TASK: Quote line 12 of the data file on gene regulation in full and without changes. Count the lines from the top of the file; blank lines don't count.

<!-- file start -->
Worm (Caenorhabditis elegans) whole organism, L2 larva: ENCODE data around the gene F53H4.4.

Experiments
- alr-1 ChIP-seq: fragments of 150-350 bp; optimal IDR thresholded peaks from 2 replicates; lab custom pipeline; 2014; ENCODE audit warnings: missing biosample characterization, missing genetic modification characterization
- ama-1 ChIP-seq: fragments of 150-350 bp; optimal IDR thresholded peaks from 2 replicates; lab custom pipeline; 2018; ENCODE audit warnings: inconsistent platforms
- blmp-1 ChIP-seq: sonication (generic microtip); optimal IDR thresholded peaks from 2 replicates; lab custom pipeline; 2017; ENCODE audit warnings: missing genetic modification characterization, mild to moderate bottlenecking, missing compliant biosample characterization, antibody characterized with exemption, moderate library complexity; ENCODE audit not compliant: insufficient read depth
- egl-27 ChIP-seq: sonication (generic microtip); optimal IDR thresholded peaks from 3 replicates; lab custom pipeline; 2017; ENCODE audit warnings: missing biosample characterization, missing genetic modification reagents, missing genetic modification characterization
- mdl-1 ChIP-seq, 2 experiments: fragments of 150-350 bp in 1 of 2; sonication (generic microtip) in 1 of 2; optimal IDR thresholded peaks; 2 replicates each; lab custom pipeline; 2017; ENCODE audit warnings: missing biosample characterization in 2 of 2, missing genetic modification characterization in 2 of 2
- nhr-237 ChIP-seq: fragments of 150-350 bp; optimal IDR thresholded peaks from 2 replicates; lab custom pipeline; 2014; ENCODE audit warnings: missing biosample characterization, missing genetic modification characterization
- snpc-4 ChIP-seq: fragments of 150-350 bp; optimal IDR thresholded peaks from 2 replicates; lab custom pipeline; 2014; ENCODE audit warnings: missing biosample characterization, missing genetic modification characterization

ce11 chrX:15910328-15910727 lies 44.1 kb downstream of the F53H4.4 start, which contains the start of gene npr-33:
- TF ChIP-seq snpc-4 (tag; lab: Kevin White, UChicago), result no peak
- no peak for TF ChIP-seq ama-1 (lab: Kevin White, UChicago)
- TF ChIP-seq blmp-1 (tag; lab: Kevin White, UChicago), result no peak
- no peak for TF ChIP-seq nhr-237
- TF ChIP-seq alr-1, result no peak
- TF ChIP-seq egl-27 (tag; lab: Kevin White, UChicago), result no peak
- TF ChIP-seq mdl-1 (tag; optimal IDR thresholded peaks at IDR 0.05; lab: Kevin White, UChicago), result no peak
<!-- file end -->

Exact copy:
- no peak for TF ChIP-seq ama-1 (lab: Kevin White, UChicago)